In this regard, minorities were granted the much-needed boost in their path to success by the policy of affirmative action, which was adopted by both government and private organizations in order to dispel with cultural discrimination that exists in the society and make way for equal opportunities for people of color.

According to Merriam Webster, affirmative action has been defined as “an active effort to improve the employment or educational opportunities of members of minority groups and women.” It is essentially a program designed to perpetuate diversity within organizations by making a person’s underrepresented status an advantage in their application. However, affirmative action has been considered a threat to white privilege from its very inception.

One of the latest instances of white privilege versus affirmative action is the case of Abigail Fisher versus University of Texas. The main argument in the case stemmed from Fisher’s firm belief that she was denied admission into the university because there was widespread collusion among liberal elites who worked towards snatching away opportunities from white students and handed it instead to less qualified students of color.

Abigail Fisher
Attorney Bert Rein (L), speaks to the media while standing with plaintiff Abigail Noel Fisher (R), after the U.S. Supreme Court heard arguments in her case in Washington, D.C., Oct. 10, 2012. Getty Images/ Mark Wilson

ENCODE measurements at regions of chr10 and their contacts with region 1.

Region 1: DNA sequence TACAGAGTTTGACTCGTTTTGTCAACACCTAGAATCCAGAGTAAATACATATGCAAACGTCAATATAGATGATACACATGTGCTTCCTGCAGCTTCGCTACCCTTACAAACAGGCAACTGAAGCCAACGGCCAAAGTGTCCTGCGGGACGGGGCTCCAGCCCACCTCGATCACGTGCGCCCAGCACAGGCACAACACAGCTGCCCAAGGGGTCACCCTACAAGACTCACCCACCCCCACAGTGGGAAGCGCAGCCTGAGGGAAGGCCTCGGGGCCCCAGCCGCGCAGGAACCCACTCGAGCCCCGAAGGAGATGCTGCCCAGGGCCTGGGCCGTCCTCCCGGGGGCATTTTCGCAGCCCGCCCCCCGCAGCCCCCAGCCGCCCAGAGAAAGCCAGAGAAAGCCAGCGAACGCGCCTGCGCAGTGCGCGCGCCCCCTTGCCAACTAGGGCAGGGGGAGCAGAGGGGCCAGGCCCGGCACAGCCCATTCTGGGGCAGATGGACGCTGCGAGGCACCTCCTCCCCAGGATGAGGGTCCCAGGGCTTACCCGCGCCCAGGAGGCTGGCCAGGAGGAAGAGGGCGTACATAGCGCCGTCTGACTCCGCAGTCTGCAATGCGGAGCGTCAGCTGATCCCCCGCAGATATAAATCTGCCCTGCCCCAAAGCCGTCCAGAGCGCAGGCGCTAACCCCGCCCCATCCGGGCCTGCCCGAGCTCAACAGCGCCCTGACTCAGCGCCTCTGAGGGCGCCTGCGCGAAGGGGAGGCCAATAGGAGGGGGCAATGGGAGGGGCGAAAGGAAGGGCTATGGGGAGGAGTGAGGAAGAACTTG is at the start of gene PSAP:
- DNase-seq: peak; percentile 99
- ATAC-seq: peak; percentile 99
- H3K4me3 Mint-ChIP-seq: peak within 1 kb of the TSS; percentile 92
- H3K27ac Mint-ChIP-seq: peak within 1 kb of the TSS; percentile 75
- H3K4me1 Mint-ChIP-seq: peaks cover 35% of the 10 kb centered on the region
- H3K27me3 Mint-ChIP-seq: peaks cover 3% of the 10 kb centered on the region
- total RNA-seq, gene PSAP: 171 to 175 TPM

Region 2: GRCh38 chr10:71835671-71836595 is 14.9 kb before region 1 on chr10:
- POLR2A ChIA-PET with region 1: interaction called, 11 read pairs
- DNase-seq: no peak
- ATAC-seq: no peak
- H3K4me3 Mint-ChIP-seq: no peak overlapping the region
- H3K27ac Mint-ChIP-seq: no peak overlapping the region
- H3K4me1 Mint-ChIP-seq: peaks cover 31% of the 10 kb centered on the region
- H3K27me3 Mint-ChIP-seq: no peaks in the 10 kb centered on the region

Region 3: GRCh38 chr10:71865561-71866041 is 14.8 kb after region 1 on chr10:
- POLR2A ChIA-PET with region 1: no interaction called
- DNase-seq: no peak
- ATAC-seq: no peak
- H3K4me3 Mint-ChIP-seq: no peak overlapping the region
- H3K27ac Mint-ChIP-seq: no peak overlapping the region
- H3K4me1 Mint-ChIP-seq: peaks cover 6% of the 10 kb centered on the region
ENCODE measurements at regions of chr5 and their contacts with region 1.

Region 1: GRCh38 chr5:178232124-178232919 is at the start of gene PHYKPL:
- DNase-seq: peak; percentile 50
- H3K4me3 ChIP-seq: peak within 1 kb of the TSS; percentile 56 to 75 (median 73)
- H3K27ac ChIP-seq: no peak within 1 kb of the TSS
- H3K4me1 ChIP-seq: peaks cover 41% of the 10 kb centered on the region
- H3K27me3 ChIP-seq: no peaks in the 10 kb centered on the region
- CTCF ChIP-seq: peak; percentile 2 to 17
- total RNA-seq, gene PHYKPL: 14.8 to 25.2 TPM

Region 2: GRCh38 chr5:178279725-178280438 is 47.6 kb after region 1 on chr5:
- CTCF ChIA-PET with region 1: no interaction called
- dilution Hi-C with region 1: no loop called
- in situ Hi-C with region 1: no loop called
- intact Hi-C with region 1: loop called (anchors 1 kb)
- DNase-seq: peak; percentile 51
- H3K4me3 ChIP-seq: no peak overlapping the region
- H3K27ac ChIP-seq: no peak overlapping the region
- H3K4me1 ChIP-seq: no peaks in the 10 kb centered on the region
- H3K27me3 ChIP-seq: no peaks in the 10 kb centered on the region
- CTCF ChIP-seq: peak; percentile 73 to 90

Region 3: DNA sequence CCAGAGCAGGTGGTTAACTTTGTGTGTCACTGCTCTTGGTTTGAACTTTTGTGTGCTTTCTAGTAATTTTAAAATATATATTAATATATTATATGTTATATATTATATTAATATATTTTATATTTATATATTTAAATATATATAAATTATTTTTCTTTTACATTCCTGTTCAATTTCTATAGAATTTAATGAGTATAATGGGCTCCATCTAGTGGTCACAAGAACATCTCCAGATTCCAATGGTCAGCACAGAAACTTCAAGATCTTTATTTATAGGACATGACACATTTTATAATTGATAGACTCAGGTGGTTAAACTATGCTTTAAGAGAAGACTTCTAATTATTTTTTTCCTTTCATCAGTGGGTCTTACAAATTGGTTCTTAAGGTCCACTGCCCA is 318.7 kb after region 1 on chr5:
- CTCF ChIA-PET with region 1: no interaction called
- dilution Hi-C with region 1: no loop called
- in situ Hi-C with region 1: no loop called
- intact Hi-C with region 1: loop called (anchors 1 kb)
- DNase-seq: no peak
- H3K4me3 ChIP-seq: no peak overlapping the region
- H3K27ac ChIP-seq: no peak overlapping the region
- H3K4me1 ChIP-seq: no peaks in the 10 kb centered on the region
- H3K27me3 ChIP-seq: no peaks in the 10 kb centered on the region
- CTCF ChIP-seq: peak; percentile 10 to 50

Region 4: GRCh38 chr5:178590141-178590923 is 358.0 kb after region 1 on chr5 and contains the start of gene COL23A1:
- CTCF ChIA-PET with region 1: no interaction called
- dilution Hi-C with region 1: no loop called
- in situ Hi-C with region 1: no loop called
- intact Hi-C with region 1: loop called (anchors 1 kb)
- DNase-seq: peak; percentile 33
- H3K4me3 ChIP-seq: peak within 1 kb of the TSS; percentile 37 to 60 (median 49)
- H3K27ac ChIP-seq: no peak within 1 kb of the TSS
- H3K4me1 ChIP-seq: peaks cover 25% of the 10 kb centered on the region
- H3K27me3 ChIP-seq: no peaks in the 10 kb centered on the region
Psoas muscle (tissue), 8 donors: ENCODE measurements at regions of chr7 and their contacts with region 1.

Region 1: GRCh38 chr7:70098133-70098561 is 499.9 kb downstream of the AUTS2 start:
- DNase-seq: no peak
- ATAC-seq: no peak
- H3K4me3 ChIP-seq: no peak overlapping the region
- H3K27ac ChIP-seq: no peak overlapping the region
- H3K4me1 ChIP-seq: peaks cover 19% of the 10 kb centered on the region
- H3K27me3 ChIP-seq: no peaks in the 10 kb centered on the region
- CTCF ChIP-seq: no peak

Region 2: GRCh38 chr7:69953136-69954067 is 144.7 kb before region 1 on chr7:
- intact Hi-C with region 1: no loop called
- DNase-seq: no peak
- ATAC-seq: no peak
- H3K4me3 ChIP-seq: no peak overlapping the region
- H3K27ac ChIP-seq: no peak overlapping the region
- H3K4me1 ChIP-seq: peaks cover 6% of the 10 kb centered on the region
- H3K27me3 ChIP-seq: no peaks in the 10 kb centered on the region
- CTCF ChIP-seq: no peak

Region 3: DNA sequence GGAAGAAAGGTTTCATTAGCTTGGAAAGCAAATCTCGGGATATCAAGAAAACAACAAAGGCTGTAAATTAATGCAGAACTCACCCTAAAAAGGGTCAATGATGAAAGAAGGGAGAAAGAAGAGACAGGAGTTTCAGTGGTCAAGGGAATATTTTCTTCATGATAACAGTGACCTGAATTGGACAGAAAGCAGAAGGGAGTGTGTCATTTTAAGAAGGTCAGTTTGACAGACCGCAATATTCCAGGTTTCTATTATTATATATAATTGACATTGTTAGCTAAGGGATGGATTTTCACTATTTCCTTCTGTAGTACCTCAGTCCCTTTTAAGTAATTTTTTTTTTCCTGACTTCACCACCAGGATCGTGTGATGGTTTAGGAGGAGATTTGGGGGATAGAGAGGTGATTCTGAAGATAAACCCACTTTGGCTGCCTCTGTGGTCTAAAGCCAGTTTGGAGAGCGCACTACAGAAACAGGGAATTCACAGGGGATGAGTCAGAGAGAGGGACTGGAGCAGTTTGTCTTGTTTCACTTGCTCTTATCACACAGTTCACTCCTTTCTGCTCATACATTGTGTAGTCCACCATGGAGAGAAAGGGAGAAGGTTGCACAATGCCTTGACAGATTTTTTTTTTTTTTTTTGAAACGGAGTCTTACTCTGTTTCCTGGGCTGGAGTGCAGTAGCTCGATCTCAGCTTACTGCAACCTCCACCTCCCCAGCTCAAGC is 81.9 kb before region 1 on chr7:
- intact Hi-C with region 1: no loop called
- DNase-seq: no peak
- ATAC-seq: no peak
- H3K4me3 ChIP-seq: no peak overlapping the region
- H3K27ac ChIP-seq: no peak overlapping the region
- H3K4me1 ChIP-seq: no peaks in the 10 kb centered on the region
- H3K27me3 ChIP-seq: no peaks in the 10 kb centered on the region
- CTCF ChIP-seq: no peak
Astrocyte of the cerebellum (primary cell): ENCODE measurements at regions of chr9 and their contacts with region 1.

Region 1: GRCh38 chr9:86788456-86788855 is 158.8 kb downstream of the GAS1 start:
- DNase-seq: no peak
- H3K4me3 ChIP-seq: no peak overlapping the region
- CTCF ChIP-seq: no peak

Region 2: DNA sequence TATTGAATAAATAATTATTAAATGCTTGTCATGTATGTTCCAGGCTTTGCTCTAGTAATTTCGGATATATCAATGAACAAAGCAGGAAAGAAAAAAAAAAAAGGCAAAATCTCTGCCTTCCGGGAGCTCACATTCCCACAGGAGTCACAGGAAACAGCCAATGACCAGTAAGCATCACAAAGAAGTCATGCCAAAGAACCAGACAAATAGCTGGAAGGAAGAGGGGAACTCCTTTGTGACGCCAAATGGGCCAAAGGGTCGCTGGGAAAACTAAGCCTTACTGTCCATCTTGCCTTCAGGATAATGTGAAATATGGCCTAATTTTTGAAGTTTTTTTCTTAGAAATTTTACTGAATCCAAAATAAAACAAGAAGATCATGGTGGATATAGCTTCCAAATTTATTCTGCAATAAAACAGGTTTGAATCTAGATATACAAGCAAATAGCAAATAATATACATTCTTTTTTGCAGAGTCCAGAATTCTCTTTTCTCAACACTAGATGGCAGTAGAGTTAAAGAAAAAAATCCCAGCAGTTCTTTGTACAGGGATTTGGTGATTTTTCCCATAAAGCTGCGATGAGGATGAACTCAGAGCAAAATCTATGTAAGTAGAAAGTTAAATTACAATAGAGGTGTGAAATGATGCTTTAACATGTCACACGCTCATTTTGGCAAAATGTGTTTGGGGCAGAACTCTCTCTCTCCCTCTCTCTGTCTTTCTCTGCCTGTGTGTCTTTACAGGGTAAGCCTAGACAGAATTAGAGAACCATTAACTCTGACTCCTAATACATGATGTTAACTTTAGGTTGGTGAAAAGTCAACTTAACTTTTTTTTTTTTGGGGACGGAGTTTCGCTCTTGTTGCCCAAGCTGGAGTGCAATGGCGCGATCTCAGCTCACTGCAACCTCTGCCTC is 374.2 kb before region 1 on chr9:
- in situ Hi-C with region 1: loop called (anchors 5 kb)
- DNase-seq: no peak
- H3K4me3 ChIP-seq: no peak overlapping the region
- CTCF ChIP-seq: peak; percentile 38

Fisher’s claims were proven false in the end when it was seen that her test scores were lower than the scores of the incoming class. In an opinion piece on Vox by Robert L. Reece, a professor at the University of Texas, it was stated that Fisher’s lawyer degraded affirmative action as something that was detrimental to the future of minorities, who are apparently unprepared for the advanced coursework of the institution and hence end up as failures, taking down the reputation of the university with them.

This argument did not hold in the court as studies have found that students of color who enter universities with mediocre scores quickly soar to the top by the end of their graduation year. All they need is the right kind of opportunity to showcase their hidden talents, which could lay the groundwork for becoming part of a model minority in the future.

In spite of these studies, the administration of President Donald Trump has announced that it was looking into “intentional race-based discrimination in college and university admissions.” The Department of Justice claimed affirmative action is flawed as it discriminates against the very minority groups that it vows to protect. However, Reece stated that this was just an excuse for the conservatives to do away with the affirmative action rule; something they always believed was unfair to white Americans.

Trump has also worked toward dismantling many of the pro-immigration policies that Obama had set in place. The president proceeded to implement a watered down version of an immigration ban that restricted the entry of people from seven Muslim-majority countries into the U.S. without a valid visa, green cards or "a credible claim of a bona fide relationship" with a U.S. citizen, BBC reported.